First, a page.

Honey Shore has worn a lot of hats in her career - literally.
As the volunteer public information officer for Martinez-Columbia Fire Rescue and the Columbia County Emergency Management Agency Dive Team, she carries a firefighter's helmet and baseball cap in her trunk.
Between her volunteer assignments, Shore manages to be a full-time senior labor and delivery nurse at Medical College of Georgia Hospital.
For 10 years, Shore has been a volunteer with the fire department. She is the contact for media at incidents such as fires and drownings. Shore also helps victims contact insurance companies and assistance agencies.
"I think the guys would much rather have me out there dealing with the media than handling a hose," said Shore, who prefers staying in the background to being in the limelight.
During the 1980s, Shore worked as an emergency medical technician and a radio news correspondent for WBBQ. First responders knew her as a comrade and recognized her when she was a reporter by her eclectic collection of sun hats. Listeners knew her for her call sign: Honey Shore, Mobile 4.
After being sunburned while reporting at an accident scene, Shore started wearing the sun hats. When she didn't have one on, first responders wouldn't recognize her, she said.
"So I started wearing the (hats), and it became my trademark," she said.
Shore said she does have one job that doesn't come with a hat - she's an Avon lady.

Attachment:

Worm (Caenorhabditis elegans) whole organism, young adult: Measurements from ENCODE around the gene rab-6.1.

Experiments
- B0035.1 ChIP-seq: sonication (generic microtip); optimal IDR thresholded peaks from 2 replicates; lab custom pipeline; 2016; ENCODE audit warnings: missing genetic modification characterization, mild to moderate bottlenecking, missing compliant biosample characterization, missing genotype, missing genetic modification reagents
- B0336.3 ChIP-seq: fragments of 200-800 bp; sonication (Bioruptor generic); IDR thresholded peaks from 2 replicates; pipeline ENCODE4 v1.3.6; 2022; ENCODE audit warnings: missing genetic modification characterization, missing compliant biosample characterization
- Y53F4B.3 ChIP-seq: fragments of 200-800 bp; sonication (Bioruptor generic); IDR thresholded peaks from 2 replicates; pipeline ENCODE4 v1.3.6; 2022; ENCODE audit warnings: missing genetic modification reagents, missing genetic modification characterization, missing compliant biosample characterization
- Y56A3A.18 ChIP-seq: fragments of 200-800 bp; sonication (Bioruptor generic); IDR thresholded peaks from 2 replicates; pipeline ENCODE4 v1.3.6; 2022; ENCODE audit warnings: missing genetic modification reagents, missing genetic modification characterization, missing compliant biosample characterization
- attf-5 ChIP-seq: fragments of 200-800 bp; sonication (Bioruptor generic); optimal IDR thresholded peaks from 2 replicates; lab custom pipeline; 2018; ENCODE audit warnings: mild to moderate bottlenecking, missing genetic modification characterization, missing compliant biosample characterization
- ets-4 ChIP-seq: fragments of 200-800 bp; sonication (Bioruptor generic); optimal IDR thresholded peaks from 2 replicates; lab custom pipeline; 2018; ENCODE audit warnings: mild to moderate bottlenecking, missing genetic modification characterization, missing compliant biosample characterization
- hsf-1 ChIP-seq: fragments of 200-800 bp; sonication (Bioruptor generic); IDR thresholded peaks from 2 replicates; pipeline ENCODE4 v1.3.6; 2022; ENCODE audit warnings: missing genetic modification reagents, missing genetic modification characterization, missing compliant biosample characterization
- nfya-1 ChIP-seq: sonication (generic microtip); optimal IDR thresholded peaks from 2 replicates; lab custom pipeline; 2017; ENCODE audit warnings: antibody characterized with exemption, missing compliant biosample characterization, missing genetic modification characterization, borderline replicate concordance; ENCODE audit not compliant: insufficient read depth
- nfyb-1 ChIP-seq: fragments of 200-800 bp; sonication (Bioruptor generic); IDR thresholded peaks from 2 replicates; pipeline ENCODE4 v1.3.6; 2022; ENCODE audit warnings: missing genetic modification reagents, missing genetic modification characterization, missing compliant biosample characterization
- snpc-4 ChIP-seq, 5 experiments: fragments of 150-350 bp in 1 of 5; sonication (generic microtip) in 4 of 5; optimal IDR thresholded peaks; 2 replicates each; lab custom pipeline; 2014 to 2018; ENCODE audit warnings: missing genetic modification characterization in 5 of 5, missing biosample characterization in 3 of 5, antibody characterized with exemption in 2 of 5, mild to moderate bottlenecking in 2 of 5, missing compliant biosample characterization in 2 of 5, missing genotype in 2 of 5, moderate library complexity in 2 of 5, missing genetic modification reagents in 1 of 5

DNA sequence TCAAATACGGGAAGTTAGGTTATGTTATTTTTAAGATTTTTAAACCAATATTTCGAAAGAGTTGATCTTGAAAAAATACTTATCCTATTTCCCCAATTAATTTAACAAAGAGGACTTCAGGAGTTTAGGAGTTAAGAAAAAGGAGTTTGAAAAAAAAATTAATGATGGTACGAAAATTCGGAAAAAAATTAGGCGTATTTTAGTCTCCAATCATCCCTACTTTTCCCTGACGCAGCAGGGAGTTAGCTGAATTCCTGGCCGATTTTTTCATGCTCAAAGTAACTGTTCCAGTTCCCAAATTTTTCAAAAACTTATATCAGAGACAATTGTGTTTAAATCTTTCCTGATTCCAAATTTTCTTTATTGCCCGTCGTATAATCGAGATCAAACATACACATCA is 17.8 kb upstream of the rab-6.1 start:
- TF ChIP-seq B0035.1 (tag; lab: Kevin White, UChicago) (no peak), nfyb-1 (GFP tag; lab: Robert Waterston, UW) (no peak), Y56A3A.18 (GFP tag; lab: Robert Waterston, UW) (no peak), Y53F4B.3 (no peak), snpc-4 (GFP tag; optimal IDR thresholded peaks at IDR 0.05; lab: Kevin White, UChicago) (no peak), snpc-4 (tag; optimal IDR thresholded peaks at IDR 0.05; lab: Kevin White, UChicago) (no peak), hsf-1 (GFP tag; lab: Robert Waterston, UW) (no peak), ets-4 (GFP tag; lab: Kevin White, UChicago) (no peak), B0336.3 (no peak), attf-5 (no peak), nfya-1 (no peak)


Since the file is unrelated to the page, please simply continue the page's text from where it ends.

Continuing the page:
Shore didn't start out in journalism, medicine or public service. She graduated from Goucher College, in Maryland, after studying education and psychology.
Her medical career started one night in 1980 when her sister, a nurse, called her down to the hospital to help emergency room staff. She said she had no medical knowledge "other than what a mother knows from having four kids."
That night, as she held the hand of a little girl who had been thrown through the rear window of a car during a wreck, Shore decided to become an EMT, she said. Six years later, she became a labor and delivery nurse.
Shore came to public service honestly. Her father, a medic in World War II, kept a police scanner by his side and would wake up the family in the dead of night to go to a house fire, Shore said.
Shore said she loved her job in radio, because "they paid me to chase fire engines," something she did when she was a girl.
True loves for this grandmother include gardening and working in the delivery room at the hospital.
"I just love my mamas and babies," said Shore, adding she is still mesmerized by each birth.
Martinez-Columbia Fire Chief Doug Cooper said Shore, and other volunteers, are prized by the department.
"She's been a valuable asset to us," he said. "She works for free, and all our volunteers do a great job. We're proud of her."
Shore said she's honored to work with firefighters, and she intends to work as long as she can.
"I love it, and when I have to finally quit it will probably kill me," she said.
When she does retire, Shore said she'll still be listening to the scanner.
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